Not only Iranian history can be written on the basis of the headscarf. It is also the symbol par excellence for the Iranian system. There are probably only three ideological pillars that make Iran an Islamic republic. Two of them, Iranian state doctrine and anti-Americanism, have come under increasing scrutiny since the second half of the 1990s.
But the headscarf still exists. Not without reason, the West always first associates it with the word “Iran”. If the country abolished this symbol, that would probably be sufficient evidence for the West of Iran’s willingness to reform. But that would be short-sighted.
The fear goes away
That’s why the Islamists will hold on to the piece of cloth for as long as they possibly can. The women’s rights activist Mehrangiz Kar once gave an obvious reason why Islamic systems of rule usually start with the oppression of women: “They choose the weakest victims in order to create an atmosphere of fear. When there is fear, everyone is afraid and the rulers can stabilize their power. It is inconceivable that half of the people live in fear and at the same time the population as a whole is confidently dealing with political problems”.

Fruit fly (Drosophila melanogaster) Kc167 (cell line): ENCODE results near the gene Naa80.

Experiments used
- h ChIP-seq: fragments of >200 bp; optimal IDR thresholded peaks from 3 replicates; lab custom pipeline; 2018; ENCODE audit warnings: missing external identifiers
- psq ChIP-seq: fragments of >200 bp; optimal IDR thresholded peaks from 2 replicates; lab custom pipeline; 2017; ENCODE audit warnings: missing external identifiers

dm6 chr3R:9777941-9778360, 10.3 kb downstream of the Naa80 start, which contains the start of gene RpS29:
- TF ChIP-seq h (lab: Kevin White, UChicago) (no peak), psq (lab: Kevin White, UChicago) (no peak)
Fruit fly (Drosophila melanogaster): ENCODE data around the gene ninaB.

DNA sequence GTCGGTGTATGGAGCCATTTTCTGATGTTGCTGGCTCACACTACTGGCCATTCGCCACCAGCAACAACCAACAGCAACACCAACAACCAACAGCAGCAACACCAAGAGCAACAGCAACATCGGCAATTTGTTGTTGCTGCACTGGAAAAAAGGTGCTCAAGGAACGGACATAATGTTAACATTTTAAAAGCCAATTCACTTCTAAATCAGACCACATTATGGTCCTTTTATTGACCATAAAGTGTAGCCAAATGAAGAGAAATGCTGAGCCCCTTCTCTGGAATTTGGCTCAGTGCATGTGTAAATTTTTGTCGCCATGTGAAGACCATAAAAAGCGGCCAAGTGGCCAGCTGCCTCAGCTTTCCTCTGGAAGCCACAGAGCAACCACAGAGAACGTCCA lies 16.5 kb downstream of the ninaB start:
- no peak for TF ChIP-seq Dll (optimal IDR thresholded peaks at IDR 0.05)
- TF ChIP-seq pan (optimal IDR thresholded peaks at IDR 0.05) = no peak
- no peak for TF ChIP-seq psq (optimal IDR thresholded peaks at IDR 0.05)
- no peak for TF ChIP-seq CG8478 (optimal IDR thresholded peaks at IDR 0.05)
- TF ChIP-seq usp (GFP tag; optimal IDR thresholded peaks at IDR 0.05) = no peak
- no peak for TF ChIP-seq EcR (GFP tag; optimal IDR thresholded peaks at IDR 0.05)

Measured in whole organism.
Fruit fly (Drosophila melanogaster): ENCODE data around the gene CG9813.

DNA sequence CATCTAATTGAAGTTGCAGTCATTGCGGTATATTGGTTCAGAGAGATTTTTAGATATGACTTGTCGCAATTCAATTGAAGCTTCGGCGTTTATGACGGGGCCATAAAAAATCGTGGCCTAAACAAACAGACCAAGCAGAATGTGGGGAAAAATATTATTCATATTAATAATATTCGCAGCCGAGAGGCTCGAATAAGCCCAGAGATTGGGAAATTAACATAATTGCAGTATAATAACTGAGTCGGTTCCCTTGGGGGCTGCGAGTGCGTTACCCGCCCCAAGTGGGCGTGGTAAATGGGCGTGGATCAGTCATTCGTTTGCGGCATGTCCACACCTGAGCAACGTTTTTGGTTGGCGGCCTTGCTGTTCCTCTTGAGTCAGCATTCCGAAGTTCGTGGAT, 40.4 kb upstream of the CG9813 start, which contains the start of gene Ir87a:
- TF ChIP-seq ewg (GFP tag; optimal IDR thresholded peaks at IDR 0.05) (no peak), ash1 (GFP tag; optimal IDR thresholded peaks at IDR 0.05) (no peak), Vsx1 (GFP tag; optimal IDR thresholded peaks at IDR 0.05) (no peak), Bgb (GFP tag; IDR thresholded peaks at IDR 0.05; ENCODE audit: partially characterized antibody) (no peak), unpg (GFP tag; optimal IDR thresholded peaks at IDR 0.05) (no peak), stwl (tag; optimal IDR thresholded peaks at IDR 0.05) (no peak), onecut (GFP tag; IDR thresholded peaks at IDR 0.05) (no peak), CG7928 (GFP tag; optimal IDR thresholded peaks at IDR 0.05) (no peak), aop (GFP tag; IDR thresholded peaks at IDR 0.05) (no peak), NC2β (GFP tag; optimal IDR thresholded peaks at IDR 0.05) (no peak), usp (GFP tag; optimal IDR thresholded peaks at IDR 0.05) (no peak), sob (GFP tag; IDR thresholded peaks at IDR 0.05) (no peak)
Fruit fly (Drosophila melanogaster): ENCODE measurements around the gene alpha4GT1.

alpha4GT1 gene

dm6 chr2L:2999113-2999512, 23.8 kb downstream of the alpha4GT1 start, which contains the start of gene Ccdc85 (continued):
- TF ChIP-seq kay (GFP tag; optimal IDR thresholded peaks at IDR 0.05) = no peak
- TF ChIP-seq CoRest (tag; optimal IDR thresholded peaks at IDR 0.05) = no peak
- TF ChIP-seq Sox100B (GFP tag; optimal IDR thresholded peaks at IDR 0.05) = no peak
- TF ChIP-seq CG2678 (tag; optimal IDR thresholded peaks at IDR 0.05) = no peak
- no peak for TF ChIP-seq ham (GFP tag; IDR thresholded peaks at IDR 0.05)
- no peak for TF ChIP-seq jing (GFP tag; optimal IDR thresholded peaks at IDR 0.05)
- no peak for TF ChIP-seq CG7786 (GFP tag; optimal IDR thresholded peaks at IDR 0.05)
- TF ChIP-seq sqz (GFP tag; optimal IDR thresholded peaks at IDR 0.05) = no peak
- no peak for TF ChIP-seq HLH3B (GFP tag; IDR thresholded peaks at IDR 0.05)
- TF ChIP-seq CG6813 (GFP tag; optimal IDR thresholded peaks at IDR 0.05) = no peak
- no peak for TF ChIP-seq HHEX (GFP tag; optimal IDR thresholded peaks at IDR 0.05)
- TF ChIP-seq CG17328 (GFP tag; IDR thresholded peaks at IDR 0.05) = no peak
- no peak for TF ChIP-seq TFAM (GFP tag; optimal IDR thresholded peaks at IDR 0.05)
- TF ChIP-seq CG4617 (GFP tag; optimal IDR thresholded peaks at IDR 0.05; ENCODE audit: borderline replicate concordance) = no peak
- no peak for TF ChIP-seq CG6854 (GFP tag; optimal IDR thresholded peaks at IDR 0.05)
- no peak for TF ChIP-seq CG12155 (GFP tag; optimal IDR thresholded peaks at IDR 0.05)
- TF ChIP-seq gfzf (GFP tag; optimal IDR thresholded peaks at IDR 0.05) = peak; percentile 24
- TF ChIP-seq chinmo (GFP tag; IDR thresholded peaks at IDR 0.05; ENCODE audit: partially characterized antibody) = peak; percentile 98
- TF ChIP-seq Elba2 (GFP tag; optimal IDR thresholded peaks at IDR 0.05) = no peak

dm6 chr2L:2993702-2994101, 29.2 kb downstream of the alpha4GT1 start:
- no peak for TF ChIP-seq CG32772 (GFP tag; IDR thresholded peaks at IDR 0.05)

This fear has now disappeared for many. The very young generation is fed up with being bullied, reprimanded and controlled, that they now go and fight back when the regime’s henchmen beat them up. This is what you see on a lot of videos circulating on social media right now, and it’s new.
This struggle for self-determination shows a courage and cohesion that has not been seen before. So what we see now is feminist. And feminist foreign policy would mean supporting the Iranians in this feminist concern, the desire to live self-determined lives.
Katajun Amirpur is an Islamic scholar and Iran expert. Her biography of the Iranian revolutionary leader and former head of state Ayatollah Khomeini was published in 2021: “Khomeini: The Revolutionary of Islam” (CH Beck). She lives and works in Cologne.